Thursday, February 26, 2015

Super. Greens offer Abbott $13 billion

The Greens are offering the government a $13 billion budget saving. All it has to do is ditch its commitment not to touch superannuation before the next election.

The plan would tax superannuation contributions on a progressive scale rather than the present flat rate of 15 per cent and 30 per cent for workers earning more than $300,000.

Australians on the 19 per cent marginal tax rate would pay 4 per cent on their super contributions, Australians on the 33 per cent rate would pay 15 per cent, Australians on 37 per cent would pay 22 per cent, and Australians on the 45 per cent rate would pay 30 per cent.

As a supporting measure, the policy would also clamp down on "churning" wages through super funds. It will no longer be possible for Australians over 55 to get a tax benefit just for putting their salary into a super fund while drawing an equivalent wage from the same fund.

The change is backed by the Australian Council of Trade Unions, the Australian Council of Social Service, Anglicare and the Australia Institute. It is builds on a recommendation of the Henry Tax Review.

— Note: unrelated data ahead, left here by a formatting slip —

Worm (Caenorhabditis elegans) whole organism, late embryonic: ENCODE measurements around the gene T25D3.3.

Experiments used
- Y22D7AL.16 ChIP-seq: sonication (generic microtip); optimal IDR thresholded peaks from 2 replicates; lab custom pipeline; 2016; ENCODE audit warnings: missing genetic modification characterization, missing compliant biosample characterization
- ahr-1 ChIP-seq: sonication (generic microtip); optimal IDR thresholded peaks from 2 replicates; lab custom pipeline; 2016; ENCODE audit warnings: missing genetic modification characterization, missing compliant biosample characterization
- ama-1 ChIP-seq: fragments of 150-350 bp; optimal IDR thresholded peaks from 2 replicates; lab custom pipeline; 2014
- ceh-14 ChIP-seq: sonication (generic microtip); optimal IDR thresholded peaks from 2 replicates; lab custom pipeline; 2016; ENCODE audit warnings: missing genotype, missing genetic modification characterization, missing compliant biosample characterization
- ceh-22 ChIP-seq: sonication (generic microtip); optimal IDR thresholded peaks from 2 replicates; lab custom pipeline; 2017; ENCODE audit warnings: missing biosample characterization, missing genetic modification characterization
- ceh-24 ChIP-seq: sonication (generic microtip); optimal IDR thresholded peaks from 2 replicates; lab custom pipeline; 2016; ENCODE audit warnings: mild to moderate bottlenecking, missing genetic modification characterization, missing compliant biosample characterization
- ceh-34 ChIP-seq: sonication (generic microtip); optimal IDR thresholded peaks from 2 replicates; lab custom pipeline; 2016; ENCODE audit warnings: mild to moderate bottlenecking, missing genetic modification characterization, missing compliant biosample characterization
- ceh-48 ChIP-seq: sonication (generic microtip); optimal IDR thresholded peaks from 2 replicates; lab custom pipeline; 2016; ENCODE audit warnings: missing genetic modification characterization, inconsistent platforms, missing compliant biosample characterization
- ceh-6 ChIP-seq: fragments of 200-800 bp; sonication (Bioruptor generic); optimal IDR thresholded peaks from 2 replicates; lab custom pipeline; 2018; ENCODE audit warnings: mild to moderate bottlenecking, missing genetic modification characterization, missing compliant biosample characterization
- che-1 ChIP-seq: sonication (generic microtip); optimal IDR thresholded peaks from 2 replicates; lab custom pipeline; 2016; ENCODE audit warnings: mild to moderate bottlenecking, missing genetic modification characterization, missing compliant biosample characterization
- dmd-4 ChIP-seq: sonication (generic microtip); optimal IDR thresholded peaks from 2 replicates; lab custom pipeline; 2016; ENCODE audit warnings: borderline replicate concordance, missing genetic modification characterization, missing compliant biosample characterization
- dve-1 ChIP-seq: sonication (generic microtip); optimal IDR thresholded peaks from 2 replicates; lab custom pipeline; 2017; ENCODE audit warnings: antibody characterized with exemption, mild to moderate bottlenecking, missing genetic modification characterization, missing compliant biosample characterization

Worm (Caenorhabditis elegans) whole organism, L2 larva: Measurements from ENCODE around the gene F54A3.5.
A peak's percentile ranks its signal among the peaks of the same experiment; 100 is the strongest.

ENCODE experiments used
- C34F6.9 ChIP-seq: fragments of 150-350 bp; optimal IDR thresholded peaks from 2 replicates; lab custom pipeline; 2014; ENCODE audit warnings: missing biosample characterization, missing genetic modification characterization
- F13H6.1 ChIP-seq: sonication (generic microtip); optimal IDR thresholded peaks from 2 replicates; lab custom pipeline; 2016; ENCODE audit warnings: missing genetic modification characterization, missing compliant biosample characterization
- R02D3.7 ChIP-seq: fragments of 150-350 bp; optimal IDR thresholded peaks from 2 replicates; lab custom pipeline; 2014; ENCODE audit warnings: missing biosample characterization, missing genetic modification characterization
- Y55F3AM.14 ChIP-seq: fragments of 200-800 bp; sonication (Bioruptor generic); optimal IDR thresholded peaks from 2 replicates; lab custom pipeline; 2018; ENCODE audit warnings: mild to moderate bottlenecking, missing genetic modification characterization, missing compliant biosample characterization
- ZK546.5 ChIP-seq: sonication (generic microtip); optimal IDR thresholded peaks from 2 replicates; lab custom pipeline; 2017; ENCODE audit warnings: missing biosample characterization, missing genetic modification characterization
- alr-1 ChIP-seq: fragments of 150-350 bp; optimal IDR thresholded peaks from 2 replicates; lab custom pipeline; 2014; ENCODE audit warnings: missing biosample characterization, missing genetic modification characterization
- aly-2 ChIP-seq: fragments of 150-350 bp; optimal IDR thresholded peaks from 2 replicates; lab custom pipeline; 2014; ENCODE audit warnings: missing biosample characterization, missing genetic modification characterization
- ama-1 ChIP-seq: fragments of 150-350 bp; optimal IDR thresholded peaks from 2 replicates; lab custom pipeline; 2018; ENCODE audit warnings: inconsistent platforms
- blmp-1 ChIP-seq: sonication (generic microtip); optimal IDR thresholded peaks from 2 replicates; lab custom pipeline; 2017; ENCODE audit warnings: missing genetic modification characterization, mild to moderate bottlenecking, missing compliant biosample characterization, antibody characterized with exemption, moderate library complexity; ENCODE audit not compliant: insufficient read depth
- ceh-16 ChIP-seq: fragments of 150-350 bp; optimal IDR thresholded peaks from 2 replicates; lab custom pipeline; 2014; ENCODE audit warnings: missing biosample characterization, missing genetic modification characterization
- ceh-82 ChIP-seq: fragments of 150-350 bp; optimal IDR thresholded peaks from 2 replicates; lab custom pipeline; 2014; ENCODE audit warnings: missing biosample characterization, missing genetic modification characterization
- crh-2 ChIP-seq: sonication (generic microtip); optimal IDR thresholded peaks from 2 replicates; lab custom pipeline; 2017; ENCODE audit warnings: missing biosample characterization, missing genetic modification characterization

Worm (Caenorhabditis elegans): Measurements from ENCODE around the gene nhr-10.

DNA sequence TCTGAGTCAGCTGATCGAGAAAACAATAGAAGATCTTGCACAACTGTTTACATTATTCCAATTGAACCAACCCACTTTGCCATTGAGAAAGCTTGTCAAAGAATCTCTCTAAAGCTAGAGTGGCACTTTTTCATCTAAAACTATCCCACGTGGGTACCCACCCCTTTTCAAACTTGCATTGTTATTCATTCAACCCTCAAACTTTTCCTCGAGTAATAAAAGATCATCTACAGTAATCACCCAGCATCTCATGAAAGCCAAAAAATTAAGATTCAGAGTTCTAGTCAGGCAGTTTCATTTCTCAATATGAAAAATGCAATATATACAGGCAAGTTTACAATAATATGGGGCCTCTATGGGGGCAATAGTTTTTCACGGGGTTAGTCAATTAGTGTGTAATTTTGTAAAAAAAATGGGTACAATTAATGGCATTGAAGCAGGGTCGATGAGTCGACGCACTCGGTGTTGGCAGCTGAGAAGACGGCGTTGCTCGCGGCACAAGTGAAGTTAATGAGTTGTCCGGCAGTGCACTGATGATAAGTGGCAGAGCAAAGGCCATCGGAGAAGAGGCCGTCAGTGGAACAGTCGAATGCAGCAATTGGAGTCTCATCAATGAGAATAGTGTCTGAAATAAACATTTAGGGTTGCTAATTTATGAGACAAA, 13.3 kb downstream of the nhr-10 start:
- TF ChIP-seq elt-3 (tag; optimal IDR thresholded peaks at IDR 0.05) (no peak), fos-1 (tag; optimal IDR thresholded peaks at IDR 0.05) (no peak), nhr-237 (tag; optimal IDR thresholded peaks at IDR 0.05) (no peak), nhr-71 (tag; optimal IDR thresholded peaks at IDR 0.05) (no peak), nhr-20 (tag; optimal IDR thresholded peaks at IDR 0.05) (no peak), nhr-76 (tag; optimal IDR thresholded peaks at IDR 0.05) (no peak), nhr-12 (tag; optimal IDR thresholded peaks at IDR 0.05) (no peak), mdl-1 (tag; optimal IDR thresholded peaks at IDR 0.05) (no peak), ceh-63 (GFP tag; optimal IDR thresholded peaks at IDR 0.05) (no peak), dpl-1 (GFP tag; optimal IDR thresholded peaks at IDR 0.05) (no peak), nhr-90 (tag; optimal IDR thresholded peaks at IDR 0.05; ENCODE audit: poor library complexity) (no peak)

In the election the Coalition promised not to make any "unexpected detrimental changes" to superannuation.

An independent costing prepared by the Parliamentary Budget Office finds it would save $3.4 billion per year... Over the four years the saving would amount to $13.6 billion.

"The Greens are genuine about raising revenue. We can support people on lower incomes and at the same time raise billions to pay for schools and hospitals just by making sure that the rich pay their way on superannuation," said Greens leader Christine Milne.

The proposal would also fix an inequity. At the moment Australians earning less than $19,400 pay no tax on their income but the standard rate of 15 per cent on their super contributions. The proposal would ensure they paid no tax on their super contributions.

It leaves untouched the highly concessional 15 per cent rate of tax on super fund earnings. Dividend imputation means many super funds pay as little as 7 per cent tax on their earnings.

In The Age and Sydney Morning Herald

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